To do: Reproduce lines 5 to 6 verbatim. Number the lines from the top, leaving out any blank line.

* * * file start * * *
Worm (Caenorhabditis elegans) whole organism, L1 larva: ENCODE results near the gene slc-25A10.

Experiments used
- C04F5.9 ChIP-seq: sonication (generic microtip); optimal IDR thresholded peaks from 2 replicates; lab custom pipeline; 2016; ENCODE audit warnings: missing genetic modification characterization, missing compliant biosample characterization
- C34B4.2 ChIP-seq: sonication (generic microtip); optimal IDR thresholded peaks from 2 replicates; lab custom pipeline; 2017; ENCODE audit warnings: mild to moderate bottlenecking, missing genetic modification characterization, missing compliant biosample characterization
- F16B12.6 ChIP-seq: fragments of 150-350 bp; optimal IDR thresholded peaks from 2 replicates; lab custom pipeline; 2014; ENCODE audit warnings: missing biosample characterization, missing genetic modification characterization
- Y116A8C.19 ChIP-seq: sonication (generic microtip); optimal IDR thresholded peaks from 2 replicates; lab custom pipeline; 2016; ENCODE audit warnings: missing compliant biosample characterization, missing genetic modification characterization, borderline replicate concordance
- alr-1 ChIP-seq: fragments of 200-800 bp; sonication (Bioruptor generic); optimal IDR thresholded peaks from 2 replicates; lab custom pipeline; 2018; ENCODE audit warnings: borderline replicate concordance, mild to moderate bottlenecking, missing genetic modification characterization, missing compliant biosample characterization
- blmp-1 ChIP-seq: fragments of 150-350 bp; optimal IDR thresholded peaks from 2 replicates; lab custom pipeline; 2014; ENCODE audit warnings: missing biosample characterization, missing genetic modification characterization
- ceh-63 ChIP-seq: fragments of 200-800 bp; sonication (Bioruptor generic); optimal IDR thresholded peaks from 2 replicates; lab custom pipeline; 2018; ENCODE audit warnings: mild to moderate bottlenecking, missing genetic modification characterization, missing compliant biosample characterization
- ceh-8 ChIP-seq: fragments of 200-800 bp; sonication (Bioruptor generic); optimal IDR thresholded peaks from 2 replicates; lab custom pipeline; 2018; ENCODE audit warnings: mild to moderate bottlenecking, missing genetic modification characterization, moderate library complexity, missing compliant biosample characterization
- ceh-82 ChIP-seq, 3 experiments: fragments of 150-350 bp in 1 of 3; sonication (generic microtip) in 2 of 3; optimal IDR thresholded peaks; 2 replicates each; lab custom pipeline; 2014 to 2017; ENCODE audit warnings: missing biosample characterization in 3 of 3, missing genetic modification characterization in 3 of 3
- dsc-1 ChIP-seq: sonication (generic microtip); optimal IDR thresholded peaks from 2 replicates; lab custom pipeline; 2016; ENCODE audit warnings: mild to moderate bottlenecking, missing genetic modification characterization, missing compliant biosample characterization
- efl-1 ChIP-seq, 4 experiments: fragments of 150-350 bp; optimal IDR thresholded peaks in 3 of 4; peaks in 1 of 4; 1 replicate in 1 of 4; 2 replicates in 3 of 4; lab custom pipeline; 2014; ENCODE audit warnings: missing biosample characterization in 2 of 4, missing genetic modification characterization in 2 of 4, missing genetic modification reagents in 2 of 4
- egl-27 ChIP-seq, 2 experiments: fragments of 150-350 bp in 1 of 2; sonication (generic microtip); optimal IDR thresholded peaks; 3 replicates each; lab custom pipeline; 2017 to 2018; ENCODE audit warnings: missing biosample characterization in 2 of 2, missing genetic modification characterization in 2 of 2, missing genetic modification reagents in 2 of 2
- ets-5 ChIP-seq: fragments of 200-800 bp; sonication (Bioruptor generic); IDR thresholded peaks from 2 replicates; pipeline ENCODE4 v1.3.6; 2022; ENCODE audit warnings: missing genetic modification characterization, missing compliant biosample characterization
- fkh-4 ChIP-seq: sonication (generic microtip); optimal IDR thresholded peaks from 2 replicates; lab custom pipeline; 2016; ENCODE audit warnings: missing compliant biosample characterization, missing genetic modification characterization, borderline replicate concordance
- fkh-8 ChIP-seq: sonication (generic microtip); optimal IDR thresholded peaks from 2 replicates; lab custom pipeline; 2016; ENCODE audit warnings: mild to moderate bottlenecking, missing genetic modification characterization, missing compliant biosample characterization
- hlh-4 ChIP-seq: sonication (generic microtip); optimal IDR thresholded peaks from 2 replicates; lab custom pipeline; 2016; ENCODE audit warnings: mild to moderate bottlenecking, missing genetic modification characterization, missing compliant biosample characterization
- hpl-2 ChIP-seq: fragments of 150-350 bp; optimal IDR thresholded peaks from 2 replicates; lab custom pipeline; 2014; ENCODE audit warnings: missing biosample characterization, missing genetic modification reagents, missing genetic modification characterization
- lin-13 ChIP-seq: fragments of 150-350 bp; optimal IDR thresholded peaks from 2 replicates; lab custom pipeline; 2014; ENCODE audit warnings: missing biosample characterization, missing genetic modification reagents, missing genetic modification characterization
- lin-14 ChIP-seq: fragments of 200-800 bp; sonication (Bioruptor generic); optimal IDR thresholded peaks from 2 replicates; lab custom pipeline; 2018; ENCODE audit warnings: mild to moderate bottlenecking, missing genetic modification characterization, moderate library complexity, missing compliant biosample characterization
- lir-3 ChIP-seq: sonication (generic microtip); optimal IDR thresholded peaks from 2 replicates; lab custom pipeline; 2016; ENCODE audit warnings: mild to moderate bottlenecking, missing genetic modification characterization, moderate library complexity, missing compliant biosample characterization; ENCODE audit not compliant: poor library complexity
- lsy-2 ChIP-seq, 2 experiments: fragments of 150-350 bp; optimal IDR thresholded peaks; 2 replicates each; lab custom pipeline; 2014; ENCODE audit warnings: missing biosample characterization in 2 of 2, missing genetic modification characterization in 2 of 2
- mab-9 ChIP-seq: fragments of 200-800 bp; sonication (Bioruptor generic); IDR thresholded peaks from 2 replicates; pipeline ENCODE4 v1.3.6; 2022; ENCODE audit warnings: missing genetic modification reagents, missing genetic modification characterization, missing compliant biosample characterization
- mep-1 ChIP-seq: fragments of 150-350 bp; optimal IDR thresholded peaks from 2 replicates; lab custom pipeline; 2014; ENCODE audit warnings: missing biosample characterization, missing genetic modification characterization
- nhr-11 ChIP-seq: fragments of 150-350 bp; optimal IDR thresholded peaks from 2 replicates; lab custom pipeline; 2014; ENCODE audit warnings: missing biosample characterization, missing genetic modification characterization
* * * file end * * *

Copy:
- F16B12.6 ChIP-seq: fragments of 150-350 bp; optimal IDR thresholded peaks from 2 replicates; lab custom pipeline; 2014; ENCODE audit warnings: missing biosample characterization, missing genetic modification characterization
- Y116A8C.19 ChIP-seq: sonication (generic microtip); optimal IDR thresholded peaks from 2 replicates; lab custom pipeline; 2016; ENCODE audit warnings: missing compliant biosample characterization, missing genetic modification characterization, borderline replicate concordance